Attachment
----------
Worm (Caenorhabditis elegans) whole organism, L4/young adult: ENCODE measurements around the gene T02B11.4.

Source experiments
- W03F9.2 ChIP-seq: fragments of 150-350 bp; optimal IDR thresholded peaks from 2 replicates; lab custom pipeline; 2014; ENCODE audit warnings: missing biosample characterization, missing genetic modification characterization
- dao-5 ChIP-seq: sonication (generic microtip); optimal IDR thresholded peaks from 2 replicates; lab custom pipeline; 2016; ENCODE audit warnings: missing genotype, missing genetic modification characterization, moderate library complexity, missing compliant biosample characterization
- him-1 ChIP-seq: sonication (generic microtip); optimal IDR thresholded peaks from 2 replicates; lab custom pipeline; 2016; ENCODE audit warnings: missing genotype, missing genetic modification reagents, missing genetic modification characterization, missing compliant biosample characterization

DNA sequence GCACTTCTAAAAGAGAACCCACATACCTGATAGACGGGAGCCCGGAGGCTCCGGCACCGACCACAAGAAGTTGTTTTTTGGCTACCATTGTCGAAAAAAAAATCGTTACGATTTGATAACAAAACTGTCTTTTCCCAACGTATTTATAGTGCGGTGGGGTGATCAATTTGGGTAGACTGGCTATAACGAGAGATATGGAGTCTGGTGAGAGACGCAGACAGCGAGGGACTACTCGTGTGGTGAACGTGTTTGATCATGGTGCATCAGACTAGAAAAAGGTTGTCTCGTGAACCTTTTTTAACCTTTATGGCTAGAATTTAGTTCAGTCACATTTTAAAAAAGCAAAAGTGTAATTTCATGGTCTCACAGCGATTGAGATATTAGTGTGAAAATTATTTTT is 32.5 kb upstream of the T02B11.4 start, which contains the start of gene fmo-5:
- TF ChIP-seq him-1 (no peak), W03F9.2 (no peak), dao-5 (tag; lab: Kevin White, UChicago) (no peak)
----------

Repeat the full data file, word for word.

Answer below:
Worm (Caenorhabditis elegans) whole organism, L4/young adult: ENCODE measurements around the gene T02B11.4.

Source experiments
- W03F9.2 ChIP-seq: fragments of 150-350 bp; optimal IDR thresholded peaks from 2 replicates; lab custom pipeline; 2014; ENCODE audit warnings: missing biosample characterization, missing genetic modification characterization
- dao-5 ChIP-seq: sonication (generic microtip); optimal IDR thresholded peaks from 2 replicates; lab custom pipeline; 2016; ENCODE audit warnings: missing genotype, missing genetic modification characterization, moderate library complexity, missing compliant biosample characterization
- him-1 ChIP-seq: sonication (generic microtip); optimal IDR thresholded peaks from 2 replicates; lab custom pipeline; 2016; ENCODE audit warnings: missing genotype, missing genetic modification reagents, missing genetic modification characterization, missing compliant biosample characterization

DNA sequence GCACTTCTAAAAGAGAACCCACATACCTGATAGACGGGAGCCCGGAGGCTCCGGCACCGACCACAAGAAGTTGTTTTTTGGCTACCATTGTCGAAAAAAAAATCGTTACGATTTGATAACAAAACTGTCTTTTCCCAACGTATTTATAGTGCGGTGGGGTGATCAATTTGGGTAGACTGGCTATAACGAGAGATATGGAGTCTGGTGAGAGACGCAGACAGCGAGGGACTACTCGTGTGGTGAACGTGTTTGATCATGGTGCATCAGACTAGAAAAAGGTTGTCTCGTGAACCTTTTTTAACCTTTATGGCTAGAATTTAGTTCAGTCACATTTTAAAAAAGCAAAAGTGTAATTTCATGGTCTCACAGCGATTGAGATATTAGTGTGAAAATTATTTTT is 32.5 kb upstream of the T02B11.4 start, which contains the start of gene fmo-5:
- TF ChIP-seq him-1 (no peak), W03F9.2 (no peak), dao-5 (tag; lab: Kevin White, UChicago) (no peak)